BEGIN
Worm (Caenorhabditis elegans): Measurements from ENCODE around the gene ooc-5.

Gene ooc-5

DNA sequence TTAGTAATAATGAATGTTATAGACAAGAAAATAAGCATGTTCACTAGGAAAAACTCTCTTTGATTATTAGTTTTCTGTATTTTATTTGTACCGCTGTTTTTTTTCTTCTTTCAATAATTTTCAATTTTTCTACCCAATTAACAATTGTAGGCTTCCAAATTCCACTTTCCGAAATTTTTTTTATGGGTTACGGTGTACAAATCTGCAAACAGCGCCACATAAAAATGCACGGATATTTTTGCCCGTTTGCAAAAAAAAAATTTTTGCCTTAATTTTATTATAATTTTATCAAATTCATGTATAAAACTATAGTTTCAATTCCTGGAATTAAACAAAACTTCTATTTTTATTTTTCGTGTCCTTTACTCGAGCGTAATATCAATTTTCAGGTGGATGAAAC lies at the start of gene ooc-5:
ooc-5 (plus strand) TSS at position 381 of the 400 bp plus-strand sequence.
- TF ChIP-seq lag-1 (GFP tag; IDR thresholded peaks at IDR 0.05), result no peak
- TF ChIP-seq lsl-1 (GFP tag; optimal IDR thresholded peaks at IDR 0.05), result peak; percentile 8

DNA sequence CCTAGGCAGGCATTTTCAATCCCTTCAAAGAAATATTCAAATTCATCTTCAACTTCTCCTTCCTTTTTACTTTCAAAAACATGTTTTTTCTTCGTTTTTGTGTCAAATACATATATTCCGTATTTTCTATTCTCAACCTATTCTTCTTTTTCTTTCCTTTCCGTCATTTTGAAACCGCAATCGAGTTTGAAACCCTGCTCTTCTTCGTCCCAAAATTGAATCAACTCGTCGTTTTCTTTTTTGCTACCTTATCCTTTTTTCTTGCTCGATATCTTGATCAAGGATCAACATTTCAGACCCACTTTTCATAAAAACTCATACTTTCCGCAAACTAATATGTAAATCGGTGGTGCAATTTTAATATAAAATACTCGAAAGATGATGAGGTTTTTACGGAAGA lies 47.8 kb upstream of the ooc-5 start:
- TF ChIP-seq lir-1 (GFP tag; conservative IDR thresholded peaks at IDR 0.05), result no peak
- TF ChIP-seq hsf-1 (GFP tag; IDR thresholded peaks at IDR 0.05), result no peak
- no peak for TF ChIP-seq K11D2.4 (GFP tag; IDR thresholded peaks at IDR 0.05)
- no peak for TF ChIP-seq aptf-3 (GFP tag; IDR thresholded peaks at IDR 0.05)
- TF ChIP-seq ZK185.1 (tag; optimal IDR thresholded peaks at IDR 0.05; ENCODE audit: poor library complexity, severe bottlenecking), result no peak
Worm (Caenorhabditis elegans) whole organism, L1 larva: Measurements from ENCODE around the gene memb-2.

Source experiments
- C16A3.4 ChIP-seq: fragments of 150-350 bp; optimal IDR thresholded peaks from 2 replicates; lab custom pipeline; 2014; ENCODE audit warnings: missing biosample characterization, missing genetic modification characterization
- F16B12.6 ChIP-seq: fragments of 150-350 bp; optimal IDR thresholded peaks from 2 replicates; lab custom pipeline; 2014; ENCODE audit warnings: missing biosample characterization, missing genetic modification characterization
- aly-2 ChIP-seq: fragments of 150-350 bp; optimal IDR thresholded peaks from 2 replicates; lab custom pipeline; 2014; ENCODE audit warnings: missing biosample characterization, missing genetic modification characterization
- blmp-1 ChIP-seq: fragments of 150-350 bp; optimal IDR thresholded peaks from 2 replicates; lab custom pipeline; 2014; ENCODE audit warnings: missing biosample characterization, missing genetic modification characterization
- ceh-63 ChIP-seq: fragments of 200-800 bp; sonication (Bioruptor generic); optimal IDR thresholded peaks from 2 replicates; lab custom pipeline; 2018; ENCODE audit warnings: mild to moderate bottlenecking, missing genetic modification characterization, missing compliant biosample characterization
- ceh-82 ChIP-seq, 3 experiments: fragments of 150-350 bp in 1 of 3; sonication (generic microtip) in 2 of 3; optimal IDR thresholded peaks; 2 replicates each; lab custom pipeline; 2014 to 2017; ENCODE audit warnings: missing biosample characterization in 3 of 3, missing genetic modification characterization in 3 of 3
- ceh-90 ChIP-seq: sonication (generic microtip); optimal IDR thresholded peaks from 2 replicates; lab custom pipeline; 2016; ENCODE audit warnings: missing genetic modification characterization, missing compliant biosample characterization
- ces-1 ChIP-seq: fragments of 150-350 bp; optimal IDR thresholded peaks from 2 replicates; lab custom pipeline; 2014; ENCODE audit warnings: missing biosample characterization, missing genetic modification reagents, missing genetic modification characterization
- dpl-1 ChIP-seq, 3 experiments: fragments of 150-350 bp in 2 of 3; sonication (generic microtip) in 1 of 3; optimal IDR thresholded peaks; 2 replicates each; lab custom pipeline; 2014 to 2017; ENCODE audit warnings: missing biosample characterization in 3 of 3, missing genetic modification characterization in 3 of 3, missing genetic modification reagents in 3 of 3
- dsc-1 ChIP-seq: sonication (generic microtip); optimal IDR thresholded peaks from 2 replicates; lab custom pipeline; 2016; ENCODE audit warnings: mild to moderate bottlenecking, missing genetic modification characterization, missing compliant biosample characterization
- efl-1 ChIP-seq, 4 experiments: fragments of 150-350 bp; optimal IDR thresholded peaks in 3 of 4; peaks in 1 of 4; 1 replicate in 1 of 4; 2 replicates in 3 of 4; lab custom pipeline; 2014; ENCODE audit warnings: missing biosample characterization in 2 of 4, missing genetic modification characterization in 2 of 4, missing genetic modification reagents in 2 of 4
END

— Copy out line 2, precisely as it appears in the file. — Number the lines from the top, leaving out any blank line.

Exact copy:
Gene ooc-5